TANF, also known as Temporary Assistance for Needy Families is an assistance program that helps low-income families afford food, housing and child care expenses. If parents or caretakers cannot afford to pay for their household’s basic needs, they may apply for benefits through this program. In some cases, qualifying beneficiaries can obtain other types of government assistance at the same time. However, the overall goal of the program is to help families reduce the need for government assistance.
TANF benefits may be distributed under a different program name in each state. For instance, in California this program is known as Work Opportunity and Responsibility to Kids (CALWORKS). In Florida, the Welfare Transition Program provides qualifying households with temporary money benefits. During the calendar year of 2018, this program assisted an average of 2,197,480 recipients nationally. You can learn more about the TANF application process and explore the various eligibility requirements below.
What is TANF?
Parents and caretakers apply for TANF when they are currently unable to support their household expenses, such as food and rent. While the most notable benefit of the program is that it provides needy households temporary help with payments, it also helps families to work toward self-sufficiency. Overall, the four main goals of this program are to:
- Assist needy families with children.
- Reduce a household’s need for government benefits.
- Reduce instances of pregnancy outside of marriage.
- Encourage two-parent households and reduce the risk of divorce.
In addition, the TANF program helps households to overcome financial difficulty by providing the training and resources needed to secure future employment opportunities. In some states, the program may provide beneficiaries with additional benefits, such as GED or English courses, vocational rehabilitation and child care assistance.
How much money do you get from TANF?
TANF benefits vary depending on several factors, including the state where applicants live. Since each state sets its own eligibility criteria for this assistance program, monthly payment amounts vary by state, household size and net income. For instance, in Texas the maximum monthly benefit amounts for a family of four include the following:
- $242 for child-only cases
- $354 for households with one parent or caretaker
- $363 for homes with two parents or caretakers
When calculating a household’s temporary assistance amount, state agencies subtract the applicant’s net income from a standard dollar amount. The standard dollar amount typically varies depending on the size of the household. Then, the state agency pays the difference in benefits. However, if a family earns no income, the applicant may receive the full payment standard for the size of his or her household.
Note: The delivery of your monthly payments also varies depending on the state where you live. Typically, your monthly benefits arrive electronically or via direct deposit. Some states issue a TANF card, which is similar to a prepaid debit card. For example, in South Dakota this card is known as the Conduent Way2Go card.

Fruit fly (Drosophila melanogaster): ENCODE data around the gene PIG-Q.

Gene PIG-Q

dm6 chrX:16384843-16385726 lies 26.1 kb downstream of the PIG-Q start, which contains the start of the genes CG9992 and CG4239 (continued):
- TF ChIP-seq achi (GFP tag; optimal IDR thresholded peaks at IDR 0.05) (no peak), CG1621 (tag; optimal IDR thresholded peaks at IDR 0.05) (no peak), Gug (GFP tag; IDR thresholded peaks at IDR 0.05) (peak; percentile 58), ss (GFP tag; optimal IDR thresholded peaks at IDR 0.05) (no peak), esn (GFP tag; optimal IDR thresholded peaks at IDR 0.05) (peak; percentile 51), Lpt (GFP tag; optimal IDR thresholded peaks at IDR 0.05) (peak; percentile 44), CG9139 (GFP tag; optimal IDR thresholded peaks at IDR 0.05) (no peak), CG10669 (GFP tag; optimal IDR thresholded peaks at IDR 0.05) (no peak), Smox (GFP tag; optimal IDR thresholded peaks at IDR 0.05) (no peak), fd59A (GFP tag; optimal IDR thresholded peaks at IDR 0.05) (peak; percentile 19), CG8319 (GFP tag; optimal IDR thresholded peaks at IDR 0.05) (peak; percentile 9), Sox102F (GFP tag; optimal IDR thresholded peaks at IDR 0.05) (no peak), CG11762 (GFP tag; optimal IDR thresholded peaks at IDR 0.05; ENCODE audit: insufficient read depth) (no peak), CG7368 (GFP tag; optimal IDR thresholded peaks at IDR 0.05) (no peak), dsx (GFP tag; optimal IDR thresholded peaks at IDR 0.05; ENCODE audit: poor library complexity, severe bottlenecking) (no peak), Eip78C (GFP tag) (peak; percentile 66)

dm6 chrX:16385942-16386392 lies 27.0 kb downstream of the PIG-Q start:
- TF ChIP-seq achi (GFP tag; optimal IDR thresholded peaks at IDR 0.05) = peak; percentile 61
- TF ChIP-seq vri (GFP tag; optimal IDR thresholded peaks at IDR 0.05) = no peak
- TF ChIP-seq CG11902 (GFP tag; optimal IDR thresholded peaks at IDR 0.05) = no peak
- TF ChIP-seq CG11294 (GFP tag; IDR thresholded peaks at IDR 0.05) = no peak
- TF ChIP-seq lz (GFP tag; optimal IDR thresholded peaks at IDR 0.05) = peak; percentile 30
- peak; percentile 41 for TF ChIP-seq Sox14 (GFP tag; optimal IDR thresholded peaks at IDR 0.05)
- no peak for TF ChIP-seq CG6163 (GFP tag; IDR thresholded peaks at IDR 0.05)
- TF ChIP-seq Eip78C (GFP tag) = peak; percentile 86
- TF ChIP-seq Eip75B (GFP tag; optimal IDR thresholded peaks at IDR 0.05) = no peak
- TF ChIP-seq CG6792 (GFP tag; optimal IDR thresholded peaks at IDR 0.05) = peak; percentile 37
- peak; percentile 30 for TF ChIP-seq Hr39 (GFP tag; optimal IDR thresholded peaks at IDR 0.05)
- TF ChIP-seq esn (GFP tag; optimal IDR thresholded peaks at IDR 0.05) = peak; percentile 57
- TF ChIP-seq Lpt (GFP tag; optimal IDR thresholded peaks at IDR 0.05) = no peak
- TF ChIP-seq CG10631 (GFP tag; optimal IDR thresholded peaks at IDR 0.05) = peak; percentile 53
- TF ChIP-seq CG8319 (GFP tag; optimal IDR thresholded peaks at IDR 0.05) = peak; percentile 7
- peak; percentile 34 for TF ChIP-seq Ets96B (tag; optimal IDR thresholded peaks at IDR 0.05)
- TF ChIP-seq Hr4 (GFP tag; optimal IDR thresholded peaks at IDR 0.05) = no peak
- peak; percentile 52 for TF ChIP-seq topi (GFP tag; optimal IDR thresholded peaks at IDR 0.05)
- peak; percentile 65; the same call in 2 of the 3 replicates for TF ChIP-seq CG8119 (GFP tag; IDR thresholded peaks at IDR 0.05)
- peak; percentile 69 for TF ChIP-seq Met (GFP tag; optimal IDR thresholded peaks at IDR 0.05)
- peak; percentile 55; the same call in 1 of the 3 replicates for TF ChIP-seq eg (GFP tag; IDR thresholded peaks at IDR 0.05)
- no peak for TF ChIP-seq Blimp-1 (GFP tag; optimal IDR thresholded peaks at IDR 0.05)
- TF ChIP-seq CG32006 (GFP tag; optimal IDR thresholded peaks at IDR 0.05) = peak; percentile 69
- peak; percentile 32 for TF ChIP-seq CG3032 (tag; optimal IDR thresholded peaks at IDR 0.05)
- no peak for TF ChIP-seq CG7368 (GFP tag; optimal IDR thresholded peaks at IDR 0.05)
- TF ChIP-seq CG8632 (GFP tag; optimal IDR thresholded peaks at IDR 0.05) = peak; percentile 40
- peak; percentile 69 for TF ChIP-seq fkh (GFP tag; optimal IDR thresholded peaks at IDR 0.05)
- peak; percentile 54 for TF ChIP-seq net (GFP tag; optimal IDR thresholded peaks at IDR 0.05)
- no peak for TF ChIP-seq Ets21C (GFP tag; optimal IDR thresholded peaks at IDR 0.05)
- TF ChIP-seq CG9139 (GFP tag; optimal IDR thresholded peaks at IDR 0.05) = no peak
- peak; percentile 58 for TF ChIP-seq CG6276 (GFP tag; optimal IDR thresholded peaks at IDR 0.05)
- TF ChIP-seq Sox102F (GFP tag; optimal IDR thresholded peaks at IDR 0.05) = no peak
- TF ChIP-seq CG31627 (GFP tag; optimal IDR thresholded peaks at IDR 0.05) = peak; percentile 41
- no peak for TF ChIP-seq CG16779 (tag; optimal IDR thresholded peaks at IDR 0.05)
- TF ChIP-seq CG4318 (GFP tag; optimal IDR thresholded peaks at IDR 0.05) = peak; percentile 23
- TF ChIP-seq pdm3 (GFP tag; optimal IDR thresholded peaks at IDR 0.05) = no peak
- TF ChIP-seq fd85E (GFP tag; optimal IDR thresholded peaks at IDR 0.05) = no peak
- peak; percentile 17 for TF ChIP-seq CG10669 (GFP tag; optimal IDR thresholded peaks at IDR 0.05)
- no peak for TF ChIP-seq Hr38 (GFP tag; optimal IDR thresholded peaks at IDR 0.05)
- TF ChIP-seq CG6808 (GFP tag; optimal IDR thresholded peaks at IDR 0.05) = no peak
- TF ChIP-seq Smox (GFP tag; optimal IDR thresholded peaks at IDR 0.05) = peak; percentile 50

Learn About TANF Requirements
While certain TANF eligibility criteria varies by state and U.S. territory, program beneficiaries typically need to be responsible for a child who is younger than 19 years of age, or must be pregnant when they apply. Additionally, applicants must meet all of the following requirements:
- Underemployed, unemployed or at risk of losing their jobs
- U.S. citizens, nationals, permanent residents or those with otherwise legal presence
Since this assistance program is only available to financially-needy applicants, claimants must also meet income restrictions in order to qualify. However, TANF income limits vary by state, household size and the total number of parents or caretakers per home. For instance, in Texas the current monthly income limits for a family of three include:
- $130 for child-only cases.
- $188 for households with one parent or caretaker.
- $206 for households with two parents or caretakers.
In 2016, average monthly income amounts for a three-person household ranged from $269 in Alabama to $2,243 in Minnesota. Under the TANF program, state agencies typically look at an applicant’s countable income, assets and child care expenses when determining whether he or she is eligible for benefits. If an applicant pays child support, the state agency may also look at this amount when determining his or her eligibility.
How to Apply for TANF
In order to begin the application process for TANF, claimants must apply through a local social services or family assistance agency. While specific application requirements vary by state, claimants typically need to provide their Social Security Number (SSN), U.S. citizenship status and information about their income, living expenses and assets when applying for benefits. To obtain contact information for each state’s TANF office, find your state in the chart below.
Note: You can also apply for TANF online in some states. To do so, visit the website of your state’s social services agency for additional information, or contact the office directly.
How long do TANF benefits last?
As a temporary program for low-income households, beneficiaries can only receive TANF assistance for a limited period of time. While specific rules and time restrictions vary by state, this limit typically ranges between 12 and 48 months per eligibility period, or a lifetime limit of 60 months. However, some lower-income households may be able to extend their benefits for a longer period if they qualify for a hardship exception.